Open-Ended Questions for Basic Retail Selling Skills
Selling in a retail environment requires more than the cliché “Can I help you find something?” sales lingo. Open-ended questions not only help to identify areas of opportunity but also work well to invite the customer to engage. Get your customer to say more than “yes” or “no” to make the most of your retail sales potential.
A question that inquires about the specific reason your customer visited your store is a good way to narrow down choices in hopes to close a sale. When the customer engages in the question and responds about the item he is shopping for, you can practice solid customer service skills by showing him the item while educating him on features and benefits as well as any product alternatives or add-ons he may be interested in.
A question that engages the customer not only invites dialogue but also opens up conversation about other sales opportunities. If the customer responds to your question by saying, “My friend mentioned it was a good way to get better picture quality on my TV,” you are presented an opportunity to upsell or add on to the customer’s purchase. If your recommendation warrants it, educate the customer about another product that could better fit her needs, or sell additional items that could further improve or resolve her problem.
Starting a dialogue about a customer’s preference by comparing two products is a good way to find out about her inclinations, price points and willingness to purchase a product that day. If the customer responds to your question by telling you, “I’m not sure,” you have an opportunity to educate and narrow down the purchasing decision. If she responds with a derivative of “I’m just looking,” you can still offer an educated reply that pertains to the two products in a second attempt for dialogue.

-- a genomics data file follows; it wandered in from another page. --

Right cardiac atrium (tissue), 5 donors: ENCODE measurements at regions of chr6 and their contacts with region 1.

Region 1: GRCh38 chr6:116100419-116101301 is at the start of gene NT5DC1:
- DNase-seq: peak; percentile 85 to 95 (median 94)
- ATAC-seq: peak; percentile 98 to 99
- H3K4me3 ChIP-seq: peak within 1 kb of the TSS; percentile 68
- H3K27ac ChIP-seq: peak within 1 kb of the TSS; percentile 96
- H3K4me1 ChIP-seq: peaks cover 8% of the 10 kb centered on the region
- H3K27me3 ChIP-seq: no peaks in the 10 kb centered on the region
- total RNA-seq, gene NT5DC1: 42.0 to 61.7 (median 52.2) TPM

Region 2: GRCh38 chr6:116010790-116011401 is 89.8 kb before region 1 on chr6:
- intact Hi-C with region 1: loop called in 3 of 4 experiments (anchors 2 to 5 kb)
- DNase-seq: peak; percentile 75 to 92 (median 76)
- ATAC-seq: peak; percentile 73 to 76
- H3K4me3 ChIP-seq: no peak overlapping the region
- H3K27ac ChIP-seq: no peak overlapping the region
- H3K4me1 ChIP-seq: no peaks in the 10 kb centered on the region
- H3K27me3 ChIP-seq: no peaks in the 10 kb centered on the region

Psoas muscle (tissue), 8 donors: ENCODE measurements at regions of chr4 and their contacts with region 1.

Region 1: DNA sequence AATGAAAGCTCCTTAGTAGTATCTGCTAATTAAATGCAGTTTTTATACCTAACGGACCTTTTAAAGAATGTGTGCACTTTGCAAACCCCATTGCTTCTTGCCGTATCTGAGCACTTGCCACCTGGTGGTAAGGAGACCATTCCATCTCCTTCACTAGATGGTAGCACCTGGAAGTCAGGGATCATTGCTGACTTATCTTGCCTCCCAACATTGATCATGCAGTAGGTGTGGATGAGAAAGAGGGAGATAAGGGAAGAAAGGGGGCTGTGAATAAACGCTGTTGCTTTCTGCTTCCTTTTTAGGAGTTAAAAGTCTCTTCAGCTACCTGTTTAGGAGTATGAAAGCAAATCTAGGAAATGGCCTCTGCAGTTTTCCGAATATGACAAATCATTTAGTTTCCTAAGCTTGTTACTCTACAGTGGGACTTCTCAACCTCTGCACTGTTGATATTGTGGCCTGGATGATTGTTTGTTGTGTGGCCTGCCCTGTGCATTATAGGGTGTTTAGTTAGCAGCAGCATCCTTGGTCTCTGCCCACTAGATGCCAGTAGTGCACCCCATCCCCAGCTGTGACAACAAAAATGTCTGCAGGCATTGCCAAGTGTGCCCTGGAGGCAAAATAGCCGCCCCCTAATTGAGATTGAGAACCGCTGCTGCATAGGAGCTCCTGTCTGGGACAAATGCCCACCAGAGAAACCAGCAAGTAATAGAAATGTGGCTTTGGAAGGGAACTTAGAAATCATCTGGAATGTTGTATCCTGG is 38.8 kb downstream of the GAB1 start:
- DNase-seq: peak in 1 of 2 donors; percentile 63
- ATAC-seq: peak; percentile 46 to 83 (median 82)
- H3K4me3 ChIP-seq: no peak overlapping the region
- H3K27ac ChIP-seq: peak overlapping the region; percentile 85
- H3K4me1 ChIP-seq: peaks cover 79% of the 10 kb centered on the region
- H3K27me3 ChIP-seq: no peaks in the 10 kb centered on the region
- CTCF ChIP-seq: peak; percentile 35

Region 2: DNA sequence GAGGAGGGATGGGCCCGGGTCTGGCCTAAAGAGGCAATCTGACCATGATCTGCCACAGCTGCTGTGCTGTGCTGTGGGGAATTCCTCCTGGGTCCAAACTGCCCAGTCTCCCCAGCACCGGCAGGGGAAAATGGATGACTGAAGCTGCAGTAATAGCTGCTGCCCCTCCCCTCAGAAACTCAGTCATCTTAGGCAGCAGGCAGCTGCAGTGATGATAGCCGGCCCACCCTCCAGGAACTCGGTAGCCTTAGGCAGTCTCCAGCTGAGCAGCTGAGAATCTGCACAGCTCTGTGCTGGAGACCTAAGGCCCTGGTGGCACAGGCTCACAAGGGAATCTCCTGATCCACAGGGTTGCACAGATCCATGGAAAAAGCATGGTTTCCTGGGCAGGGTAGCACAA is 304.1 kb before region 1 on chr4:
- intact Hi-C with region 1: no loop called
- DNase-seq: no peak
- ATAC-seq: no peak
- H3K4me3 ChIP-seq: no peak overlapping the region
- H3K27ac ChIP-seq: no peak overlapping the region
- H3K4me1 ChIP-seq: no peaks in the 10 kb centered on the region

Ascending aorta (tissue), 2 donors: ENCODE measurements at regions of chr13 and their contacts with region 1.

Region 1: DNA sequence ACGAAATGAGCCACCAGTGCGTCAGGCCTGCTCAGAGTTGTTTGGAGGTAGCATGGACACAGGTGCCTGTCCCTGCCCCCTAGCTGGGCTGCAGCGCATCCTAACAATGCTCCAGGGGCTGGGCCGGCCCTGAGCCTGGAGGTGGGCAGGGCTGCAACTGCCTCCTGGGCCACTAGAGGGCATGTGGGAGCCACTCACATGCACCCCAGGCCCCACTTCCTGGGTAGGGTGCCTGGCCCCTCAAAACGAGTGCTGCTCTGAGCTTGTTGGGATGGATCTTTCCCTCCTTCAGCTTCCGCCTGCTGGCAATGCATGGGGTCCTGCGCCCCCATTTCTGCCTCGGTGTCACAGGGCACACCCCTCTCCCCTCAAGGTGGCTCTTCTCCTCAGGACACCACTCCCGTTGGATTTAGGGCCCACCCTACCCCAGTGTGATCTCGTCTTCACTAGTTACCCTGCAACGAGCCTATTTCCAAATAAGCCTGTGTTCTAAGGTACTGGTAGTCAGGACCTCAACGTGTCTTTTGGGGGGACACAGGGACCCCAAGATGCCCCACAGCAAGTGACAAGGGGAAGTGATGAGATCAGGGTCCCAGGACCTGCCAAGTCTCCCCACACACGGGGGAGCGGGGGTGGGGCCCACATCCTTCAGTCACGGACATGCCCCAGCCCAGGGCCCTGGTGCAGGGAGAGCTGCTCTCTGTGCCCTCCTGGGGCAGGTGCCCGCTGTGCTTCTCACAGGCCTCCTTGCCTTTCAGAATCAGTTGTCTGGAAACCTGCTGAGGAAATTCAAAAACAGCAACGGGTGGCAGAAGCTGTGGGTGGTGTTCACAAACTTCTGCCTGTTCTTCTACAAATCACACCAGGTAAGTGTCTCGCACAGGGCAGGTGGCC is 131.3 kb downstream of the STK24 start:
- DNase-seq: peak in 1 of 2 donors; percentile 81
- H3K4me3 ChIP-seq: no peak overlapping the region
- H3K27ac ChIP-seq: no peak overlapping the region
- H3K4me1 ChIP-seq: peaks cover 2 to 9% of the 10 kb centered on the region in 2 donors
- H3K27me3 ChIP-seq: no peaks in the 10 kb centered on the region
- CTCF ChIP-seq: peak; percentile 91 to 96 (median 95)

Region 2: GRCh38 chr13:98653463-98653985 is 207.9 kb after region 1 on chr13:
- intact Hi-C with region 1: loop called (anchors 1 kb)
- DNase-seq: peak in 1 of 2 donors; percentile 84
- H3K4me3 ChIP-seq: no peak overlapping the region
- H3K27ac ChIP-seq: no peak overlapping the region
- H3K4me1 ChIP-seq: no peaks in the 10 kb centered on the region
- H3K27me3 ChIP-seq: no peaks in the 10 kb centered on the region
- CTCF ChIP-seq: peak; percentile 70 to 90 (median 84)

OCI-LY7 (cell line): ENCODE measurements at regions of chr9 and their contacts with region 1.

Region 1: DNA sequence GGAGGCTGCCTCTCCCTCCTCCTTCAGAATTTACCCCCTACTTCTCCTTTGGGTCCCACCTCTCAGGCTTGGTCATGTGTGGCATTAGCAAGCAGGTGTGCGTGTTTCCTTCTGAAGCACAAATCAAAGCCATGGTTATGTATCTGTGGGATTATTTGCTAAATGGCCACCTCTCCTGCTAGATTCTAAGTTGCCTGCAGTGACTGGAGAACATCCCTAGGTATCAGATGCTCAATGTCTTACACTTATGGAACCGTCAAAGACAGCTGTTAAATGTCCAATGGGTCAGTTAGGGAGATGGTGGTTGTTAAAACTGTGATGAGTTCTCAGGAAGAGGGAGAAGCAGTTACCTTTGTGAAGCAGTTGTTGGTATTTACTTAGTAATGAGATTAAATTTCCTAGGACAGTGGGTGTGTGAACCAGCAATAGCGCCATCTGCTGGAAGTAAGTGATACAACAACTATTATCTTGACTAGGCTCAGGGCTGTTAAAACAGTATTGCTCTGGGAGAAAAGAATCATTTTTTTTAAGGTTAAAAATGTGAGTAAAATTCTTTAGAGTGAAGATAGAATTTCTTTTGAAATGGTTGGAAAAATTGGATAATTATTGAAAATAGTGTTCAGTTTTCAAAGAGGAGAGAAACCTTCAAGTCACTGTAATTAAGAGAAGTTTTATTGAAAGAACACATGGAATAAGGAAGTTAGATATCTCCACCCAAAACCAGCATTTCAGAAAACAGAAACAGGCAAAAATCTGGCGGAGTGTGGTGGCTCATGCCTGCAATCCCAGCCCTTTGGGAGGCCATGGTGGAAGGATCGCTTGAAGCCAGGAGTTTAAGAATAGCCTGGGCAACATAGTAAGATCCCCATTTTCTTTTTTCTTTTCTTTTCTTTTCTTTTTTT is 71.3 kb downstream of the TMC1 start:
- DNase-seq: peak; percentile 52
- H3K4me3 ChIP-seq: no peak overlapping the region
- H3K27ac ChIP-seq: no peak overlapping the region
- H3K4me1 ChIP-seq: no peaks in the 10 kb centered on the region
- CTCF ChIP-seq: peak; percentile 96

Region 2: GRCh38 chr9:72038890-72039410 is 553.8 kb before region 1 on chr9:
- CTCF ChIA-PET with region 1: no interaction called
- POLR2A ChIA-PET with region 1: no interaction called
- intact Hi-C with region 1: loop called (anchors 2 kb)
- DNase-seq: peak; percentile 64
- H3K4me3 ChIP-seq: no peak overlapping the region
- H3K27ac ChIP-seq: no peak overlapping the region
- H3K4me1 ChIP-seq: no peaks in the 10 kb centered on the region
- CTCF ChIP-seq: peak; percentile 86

Starting off the conversation by endorsement as opposed to a question is a refreshing change of pace on the retail sales floor. Salespeople who engage in conversation right off the bat are difficult to ignore. If the comment is genuine, you can let your customer know about your personal experience with a certain product. If you haven’t tried it but understand its popularity among other customers, you can approach the conversation that way instead. It’s never a good idea to be insincere on the sales floor. If you haven’t tried it, don’t say you did in hopes to make the sale. Good conversation starters as alternatives to personal experiences include “This brand is so popular right now,” “I really like the safety features of this bike,” and “We just got that in yesterday.”